Police chief shares drug trends with citizens
by Rachel Davis
Jan 26, 2013 | 2163 views | 0 0 comments | 6 6 recommendations | email to a friend | print
DORA — Dora Police Chief John Duchock spent several hours informing concerned Dora citizens about the current drug trends in the area and giving tips on prevention and recognition of warning signs of drug use. He also discussed the effects of each category of drugs and how they are grown or produced.

Duchock spent a great deal of time focusing on the most common drug issue that he and his department face — prescription drugs.

“Prescription drugs are the biggest problem we have,” Duchock told the audience. “Most of our DUIs are from prescription drugs.”

He added that the Walker County District Attorney’s Office said that the most common drug cases in the county are methamphetamine cases and the second are prescription drug cases.

Other trends in teens and young adults, including “huffing” of household items, was covered. Duchock said that many younger people use these items because of their easy availability. Some items, such as spray paint and household cleaners, are never thought of as dangerous by parents and guardians.

“Where there is a will, there is a way to get high,” Duchock said.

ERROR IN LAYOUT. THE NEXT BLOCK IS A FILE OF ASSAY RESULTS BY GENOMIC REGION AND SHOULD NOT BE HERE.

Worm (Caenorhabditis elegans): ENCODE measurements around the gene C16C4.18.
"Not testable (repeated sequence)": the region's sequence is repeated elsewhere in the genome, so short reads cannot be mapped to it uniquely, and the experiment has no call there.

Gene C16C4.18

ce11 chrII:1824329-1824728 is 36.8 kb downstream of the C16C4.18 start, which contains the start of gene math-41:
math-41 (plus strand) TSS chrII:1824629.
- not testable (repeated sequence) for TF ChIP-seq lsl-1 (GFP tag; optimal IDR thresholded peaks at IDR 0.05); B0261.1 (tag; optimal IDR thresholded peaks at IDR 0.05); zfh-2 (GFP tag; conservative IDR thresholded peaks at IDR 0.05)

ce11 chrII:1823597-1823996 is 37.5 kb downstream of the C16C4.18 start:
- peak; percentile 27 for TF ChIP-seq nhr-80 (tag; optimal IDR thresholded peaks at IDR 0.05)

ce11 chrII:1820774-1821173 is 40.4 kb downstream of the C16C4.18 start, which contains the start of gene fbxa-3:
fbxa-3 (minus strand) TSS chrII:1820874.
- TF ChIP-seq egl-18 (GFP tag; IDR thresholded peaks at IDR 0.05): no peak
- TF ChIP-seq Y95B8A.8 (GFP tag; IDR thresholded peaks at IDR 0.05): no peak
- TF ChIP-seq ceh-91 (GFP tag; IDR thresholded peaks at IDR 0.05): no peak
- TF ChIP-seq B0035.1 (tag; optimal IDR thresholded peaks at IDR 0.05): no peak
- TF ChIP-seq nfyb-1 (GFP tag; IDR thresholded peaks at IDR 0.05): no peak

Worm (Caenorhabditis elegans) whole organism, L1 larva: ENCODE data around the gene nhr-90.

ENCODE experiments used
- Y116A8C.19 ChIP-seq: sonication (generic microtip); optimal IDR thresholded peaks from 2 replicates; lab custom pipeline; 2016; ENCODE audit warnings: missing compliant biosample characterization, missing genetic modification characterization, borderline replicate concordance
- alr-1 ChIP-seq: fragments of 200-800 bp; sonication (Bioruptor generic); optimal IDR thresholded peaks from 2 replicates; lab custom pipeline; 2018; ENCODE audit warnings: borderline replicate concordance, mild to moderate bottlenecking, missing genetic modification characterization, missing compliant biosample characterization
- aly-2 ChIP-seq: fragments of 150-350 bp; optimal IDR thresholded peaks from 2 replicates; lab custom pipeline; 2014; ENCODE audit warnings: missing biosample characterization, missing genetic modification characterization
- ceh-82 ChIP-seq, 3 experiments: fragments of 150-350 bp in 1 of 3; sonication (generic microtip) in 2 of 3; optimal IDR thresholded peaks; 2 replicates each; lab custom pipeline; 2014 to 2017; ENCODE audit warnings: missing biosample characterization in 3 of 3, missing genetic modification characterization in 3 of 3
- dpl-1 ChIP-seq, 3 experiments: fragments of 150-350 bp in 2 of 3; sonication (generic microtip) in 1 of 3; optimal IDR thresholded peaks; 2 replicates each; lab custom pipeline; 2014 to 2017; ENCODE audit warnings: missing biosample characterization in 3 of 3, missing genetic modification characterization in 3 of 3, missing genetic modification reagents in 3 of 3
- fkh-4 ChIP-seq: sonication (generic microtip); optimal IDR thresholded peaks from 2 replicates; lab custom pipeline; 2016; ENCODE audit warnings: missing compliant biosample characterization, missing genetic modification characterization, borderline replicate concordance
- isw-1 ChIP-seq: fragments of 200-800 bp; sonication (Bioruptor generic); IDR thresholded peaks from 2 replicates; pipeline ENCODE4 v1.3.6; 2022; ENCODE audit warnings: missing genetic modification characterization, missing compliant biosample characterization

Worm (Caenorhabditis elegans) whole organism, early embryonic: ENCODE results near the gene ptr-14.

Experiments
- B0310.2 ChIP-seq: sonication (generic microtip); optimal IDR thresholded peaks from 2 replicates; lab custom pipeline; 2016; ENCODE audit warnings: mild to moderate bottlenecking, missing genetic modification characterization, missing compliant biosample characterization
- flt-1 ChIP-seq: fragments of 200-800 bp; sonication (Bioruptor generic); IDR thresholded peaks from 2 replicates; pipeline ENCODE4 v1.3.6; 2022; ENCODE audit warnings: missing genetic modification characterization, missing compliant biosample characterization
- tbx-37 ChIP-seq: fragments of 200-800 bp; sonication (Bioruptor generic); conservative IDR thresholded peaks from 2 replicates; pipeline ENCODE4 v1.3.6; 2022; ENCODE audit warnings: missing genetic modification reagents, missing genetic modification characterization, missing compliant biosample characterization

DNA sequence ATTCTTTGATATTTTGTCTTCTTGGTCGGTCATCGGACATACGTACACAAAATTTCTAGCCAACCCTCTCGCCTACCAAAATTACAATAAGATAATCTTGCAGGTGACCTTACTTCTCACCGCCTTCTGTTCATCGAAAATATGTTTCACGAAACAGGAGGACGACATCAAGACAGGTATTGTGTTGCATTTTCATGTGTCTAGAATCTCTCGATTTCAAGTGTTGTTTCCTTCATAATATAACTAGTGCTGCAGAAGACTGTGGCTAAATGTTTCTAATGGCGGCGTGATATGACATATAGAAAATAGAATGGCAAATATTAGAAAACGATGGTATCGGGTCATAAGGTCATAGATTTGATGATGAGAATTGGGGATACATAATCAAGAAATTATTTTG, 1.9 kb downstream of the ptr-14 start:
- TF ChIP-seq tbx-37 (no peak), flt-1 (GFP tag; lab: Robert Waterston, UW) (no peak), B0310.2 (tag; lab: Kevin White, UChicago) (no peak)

He said that drug use in the younger age group has increased because of the increased difficulty in acquiring alcohol before the age of 21.

The class also covered the older drugs, such as heroin, that are seeing a resurgence in popularity as well as new trends, such as bath salts, which have garnered press recently.

The always-popular drugs, such as marijuana and meth, were covered, including a video of a meth lab demonstration. The demonstration showed the newer “shake and bake” method, which is less likely to explode than the older meth lab systems. They are also more transportable and Duchock said they are often used in vehicles. He added that road crews often find the remains of these labs when cleaning along area roadways.

Duchock also gave the attendees tips on spotting a clandestine meth lab, such as a smell of ammonia or other chemicals, residences with blacked out windows, increased activity at night and excessive trash from the residence.

“There is a lot of waste from the meth labs,” Duchock said.

Approximately 30 people attended the class, sponsored by the Dora Police Department and Dora’s Neighborhood Watch.